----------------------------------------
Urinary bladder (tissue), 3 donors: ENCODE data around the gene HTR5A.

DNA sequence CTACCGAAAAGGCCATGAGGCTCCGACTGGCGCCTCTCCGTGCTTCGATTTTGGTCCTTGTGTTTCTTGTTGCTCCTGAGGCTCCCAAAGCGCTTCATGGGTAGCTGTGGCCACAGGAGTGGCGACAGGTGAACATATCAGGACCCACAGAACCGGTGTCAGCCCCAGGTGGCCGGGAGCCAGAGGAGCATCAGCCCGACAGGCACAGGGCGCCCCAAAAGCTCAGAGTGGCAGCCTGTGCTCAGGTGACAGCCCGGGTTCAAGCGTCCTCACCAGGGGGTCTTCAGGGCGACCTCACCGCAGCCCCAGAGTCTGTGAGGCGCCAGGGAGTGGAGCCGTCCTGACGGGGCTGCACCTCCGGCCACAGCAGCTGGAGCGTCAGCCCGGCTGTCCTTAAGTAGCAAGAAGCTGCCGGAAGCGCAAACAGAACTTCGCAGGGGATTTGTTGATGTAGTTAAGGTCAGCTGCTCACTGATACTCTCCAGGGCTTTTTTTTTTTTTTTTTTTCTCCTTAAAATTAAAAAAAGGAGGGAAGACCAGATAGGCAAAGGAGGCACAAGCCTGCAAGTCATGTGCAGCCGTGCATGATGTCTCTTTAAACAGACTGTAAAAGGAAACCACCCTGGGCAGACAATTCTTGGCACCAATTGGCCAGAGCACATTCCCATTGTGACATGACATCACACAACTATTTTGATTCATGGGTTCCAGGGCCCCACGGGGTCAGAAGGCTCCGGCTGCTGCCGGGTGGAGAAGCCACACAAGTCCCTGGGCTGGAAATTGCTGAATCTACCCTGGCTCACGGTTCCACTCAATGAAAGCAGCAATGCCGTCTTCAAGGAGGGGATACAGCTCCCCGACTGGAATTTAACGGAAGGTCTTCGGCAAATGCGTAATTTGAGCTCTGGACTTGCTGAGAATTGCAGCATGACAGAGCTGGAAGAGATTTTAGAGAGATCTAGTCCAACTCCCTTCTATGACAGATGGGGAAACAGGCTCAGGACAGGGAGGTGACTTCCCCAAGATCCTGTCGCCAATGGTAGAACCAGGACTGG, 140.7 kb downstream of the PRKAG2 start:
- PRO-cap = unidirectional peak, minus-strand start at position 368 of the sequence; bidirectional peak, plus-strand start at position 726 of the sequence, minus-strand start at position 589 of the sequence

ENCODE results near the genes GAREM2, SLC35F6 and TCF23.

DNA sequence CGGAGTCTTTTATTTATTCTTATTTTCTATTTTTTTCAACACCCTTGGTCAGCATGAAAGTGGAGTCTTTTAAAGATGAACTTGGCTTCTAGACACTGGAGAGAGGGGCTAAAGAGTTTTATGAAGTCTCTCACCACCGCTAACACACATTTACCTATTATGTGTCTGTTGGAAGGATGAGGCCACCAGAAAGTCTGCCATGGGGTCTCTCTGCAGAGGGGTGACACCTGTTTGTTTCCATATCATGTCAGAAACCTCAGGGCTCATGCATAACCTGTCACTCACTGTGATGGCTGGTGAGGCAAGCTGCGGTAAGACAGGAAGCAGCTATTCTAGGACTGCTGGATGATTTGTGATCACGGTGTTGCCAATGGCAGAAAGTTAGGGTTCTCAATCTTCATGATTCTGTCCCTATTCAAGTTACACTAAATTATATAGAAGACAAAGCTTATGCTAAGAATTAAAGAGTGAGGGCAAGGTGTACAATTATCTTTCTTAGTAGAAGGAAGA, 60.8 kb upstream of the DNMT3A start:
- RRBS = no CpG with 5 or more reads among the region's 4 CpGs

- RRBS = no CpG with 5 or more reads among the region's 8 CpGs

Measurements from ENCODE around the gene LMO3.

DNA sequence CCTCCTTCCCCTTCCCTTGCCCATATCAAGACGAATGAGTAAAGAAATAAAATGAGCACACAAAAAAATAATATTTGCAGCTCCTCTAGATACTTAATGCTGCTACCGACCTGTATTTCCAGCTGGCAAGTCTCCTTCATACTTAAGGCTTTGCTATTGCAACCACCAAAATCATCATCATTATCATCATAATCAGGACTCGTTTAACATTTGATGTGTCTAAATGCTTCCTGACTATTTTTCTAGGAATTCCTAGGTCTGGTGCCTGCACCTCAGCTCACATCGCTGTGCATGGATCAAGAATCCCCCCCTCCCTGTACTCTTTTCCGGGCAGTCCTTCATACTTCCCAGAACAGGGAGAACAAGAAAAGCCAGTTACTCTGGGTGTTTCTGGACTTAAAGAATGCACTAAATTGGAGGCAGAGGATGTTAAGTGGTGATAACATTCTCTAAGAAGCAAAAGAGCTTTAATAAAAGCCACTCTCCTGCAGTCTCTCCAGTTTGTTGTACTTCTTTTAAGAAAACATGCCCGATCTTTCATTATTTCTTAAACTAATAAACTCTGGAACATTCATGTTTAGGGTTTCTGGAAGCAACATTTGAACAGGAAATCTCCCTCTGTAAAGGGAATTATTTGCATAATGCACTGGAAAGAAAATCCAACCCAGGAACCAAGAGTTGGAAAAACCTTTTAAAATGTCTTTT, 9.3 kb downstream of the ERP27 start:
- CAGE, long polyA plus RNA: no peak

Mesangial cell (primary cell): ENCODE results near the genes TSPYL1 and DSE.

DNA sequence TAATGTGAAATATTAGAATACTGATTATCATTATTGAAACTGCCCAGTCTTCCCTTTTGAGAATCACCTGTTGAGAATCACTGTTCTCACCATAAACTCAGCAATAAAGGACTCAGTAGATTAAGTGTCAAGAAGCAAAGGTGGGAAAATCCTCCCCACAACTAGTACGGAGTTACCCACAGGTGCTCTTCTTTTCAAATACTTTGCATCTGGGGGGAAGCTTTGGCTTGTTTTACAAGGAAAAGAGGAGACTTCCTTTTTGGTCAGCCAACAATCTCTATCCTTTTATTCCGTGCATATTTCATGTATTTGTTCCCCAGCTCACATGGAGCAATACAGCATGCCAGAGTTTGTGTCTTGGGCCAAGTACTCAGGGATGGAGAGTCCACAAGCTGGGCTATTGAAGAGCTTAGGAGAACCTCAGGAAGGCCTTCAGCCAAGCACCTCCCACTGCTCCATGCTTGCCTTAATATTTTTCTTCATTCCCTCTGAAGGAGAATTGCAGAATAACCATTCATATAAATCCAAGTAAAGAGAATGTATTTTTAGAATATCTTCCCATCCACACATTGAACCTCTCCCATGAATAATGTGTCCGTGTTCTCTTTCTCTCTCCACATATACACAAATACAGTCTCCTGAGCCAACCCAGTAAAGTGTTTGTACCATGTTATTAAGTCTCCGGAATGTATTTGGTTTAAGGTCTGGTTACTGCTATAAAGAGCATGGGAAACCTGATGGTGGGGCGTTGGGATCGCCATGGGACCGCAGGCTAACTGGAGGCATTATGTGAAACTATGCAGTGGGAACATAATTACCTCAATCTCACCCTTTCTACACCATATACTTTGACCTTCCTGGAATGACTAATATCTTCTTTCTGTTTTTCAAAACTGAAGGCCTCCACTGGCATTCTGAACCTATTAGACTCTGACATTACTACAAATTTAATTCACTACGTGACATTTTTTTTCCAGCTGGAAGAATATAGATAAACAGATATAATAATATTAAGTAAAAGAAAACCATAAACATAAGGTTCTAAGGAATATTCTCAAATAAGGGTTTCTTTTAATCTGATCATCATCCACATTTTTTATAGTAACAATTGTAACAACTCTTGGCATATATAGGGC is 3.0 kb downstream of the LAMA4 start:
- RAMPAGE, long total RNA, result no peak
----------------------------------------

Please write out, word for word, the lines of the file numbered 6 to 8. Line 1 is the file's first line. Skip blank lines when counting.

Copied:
- RRBS = no CpG with 5 or more reads among the region's 4 CpGs

- RRBS = no CpG with 5 or more reads among the region's 8 CpGs

Measurements from ENCODE around the gene LMO3.